Wednesday, August 22, 2018

Crazy Rich Asians

♣♣♣♣/♣♣♣♣♣

NYU Economics professor Rachel Chu (Constance Wu) joins boyfriend Nick Young (Henry Golding) on a trip to Singapore. Surprised that they are being ushered to first class, she is in for a rude awakening once they land in the Lion City. The reason for their journey east is to attend his best friend Colin’s (Chris Pang) wedding to Araminta Lee (Sonoya Mizono). The “wedding of the century” has an impressive guest list which includes the upper crust of Singaporean society, among them Eleanor Young (Michelle Yeoh), Nick’s mother. Constantly looked down upon by her unapproving future mother-in-law, Rachel gets support from Peik Lin (Awkwafina), her nouveau riche college friend who grooms her for a better shot at impressing her boyfriend’s crazy rich family. But will she ever be enough?

Awkwafina and Ken Jeong are funny and manage to steal a lot of scenes but to the detriment of other characters like Eddie Cheng who fulfill those roles in the novel. Some characters like Gemma Chan’s Astrid and Fiona Xie’s Kitty Pong are underdeveloped, considering the bigger roles they are bound to play in the sequels, while other roles like that of Harry Shum Jr.’s Charlie Wu have been reduced so much that he is relegated to a mere mid-credits cameo. How they will effectively make up for this in a sequel that introduces half a dozen new characters is anybody’s guess.

The film is visually appealing, from the way you witness Asian cuisine prepared onscreen all the way to the wealth porn that some people are complaining about, which strikes me as a bit odd. Perhaps the west has just been so accustomed to the poverty porn we serve them every year at Cannes that never have they imagined that there are Asians who also live fabulous lives. We’re neither condoning nor condemning such display of opulence, but perhaps it’s about time everyone realized that the world is more classist and elitist than it is racist. Either you have money or you don’t.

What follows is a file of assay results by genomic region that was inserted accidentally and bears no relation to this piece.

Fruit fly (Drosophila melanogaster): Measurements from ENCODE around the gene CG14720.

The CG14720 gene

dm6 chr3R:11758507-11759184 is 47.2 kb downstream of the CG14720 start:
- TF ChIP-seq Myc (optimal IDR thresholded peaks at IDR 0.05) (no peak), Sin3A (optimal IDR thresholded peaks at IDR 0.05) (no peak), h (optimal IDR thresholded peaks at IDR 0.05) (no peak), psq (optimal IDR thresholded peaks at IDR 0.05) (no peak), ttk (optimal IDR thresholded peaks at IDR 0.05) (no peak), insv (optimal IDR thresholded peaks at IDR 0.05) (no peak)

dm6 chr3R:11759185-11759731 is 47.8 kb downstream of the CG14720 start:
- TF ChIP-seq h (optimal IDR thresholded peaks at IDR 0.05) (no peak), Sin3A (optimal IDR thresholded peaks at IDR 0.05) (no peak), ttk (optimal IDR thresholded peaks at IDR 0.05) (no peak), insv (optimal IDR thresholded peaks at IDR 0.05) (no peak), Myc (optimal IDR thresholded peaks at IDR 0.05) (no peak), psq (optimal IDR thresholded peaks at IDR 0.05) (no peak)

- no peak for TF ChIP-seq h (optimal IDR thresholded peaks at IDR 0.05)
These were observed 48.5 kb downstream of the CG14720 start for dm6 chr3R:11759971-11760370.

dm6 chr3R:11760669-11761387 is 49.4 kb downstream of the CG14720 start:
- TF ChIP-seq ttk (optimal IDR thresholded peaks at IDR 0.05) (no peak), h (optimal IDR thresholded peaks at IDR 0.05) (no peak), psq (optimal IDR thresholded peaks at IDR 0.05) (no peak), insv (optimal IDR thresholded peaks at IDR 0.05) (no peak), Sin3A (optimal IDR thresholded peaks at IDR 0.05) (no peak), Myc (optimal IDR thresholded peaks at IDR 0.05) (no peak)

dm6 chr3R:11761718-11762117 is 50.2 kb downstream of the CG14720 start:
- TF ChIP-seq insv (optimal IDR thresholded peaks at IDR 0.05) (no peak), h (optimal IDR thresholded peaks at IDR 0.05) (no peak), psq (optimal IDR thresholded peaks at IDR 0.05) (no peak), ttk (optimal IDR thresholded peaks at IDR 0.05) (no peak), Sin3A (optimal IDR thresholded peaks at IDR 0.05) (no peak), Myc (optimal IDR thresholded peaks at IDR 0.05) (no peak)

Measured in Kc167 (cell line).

The novel isn’t perfect, but it was interesting. What made it so Asian was its focus on familial ties, many of them coming from interweaving lines of the clan’s family tree. Not all of them can be covered in a two-hour movie, which simply means that some sort of compromise had to be made somewhere. As a romantic comedy, Crazy Rich Asians is predictable, formulaic, yet hilariously entertaining. On that note, novel and film do coincide. It just so happens that the movie is hijacked by expectations of it becoming some sort of Asian Representation messiah. Stripped of that role, it’s just a fun rom-com, a chick flick even, that one can just enjoy.

“Asian” is such a broad umbrella of a term and is often problematic. From the Asian side of Istanbul all the way to Indonesia’s border with Papua New Guinea, everyone in between with the exception of the Russians to the north and the Australians to the south is supposed to be Asian, yet we can’t be any more diverse. Simply put, the discourse of representation in the US is not the same as what we have in Asia. The storyline focuses on a demographic that is, itself, a minority in its own country, namely the trust fund babies of Singapore’s ultra-rich who can buy $1.2M dollar pearl earrings on a whim because mom and dad have fat bank accounts. As far as we’re concerned, these "Crazy Rich Asians" do not really represent us.

But when it comes to Hollywood, representation matters. As the reigning cultural hegemon in our world today, the United States does have a say on paradigms and trends. If Crazy Rich Asians performs well in the North American box office, it will surely pave the way for more Asian stories to be told. Maybe then we will hear stories about all kinds of Asians. At least the west will finally realize that not everyone in the continent is a geek, a Kung Fu master or a wannabe illegal migrant. To think that Asian Americans born since The Joy Luck Club came out in 1993 never saw a mainstream film representing them again, until now, is outrageous. This is the reason for all the buzz, because it’s about damn time.


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